SCIENTISTS CONVERT MENTAL I MAGES TO ACTUAL I MAGES
Picture an old friend’s face. New brainwave-reading technology could soon convert that mental image of their smile to a digital image on a computer screen. In an initial proof of concept, researchers at the University of Toronto used an electroencephalogram, or EEG, to record brain waves of study participants while they concentrated on a picture of a face. The lab could then translate the brain activity into a mirror image of the picture using machinelearning algorithms to map and then interpret patterns and small differences in the electrical signals. Similar work has been performed with room-size functional magnetic resonance imaging (FMRI) machines. But the research group, led by psychology professor Adrian Nestor, proved the technology could be used with the far more accessible and portable EEG, which amounts to a cap of electrodes wired to a computer.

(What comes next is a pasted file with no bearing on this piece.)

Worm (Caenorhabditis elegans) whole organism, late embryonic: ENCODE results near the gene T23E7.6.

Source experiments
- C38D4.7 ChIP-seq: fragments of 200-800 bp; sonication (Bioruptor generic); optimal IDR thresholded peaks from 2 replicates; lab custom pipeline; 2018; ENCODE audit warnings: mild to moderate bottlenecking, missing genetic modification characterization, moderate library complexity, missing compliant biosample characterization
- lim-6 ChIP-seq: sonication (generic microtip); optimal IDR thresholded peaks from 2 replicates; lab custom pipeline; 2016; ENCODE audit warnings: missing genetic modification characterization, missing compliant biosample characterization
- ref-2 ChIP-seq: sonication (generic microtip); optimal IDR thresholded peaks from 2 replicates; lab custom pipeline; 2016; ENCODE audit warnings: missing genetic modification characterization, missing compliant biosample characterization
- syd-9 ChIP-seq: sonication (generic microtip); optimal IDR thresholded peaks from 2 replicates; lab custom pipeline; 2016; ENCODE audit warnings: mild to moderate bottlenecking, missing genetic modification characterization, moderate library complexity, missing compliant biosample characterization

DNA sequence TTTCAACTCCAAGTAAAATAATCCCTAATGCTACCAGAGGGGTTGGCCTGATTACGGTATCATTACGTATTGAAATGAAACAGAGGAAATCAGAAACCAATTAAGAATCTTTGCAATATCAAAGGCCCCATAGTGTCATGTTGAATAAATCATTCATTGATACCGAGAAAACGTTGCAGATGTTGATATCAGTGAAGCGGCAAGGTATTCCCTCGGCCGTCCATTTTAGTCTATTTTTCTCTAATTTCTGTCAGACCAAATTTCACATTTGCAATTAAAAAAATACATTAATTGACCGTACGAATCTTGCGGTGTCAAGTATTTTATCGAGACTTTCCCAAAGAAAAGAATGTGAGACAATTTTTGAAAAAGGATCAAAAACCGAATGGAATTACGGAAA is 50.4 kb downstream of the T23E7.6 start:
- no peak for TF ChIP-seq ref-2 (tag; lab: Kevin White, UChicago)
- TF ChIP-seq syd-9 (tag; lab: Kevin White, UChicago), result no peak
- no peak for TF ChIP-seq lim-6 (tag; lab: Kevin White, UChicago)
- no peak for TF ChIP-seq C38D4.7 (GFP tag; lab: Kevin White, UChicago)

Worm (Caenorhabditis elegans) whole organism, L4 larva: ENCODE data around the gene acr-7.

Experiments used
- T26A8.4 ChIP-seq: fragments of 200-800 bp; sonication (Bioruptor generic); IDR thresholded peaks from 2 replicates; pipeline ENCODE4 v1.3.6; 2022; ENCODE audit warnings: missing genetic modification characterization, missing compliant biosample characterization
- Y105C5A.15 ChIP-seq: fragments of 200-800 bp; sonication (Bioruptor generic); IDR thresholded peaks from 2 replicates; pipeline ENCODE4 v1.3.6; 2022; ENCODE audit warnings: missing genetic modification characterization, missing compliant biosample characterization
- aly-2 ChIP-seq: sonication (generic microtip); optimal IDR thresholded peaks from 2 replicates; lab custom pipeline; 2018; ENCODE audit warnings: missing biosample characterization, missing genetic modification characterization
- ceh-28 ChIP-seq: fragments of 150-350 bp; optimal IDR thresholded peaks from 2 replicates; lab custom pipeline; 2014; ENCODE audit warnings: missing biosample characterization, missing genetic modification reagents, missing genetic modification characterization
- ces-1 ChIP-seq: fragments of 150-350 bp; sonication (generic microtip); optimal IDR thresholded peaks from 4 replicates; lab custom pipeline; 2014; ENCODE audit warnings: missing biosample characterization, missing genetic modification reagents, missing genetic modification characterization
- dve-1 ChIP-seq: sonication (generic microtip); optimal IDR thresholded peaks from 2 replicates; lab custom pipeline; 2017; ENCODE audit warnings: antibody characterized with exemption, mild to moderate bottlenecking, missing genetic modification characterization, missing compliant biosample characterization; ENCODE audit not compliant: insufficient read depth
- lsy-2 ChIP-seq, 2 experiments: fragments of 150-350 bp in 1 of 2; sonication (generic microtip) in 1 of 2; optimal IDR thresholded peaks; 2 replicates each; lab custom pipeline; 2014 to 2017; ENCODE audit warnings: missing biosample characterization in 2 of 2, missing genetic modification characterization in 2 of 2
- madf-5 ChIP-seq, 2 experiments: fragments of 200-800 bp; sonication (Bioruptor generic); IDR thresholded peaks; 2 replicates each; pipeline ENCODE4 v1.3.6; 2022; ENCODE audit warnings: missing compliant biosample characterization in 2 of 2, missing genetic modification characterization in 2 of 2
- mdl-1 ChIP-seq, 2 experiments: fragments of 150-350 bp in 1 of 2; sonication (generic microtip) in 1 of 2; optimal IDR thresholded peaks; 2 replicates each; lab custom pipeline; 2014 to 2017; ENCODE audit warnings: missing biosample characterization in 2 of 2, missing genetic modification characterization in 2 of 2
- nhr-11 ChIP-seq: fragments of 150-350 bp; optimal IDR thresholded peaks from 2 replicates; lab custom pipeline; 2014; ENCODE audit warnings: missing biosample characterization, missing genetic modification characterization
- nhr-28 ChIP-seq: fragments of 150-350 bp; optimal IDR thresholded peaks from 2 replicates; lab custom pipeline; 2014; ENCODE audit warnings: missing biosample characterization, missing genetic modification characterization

The next step, says Nestor, will be adding advanced facialrecognition software and increasing the power of the algorithms to re-create faces, and eventually memories, that aren’t directly in front of participants. The technology could act, he says, as a police sketch artist. And beyond faces, Nestor hopes to develop an EEG program that can help people otherwise unable to communicate, such as patients with ALS or complete locked-in syndrome, share images and words.
Researchers found it took the brain an average of 0.17 sec to form a picture of a face.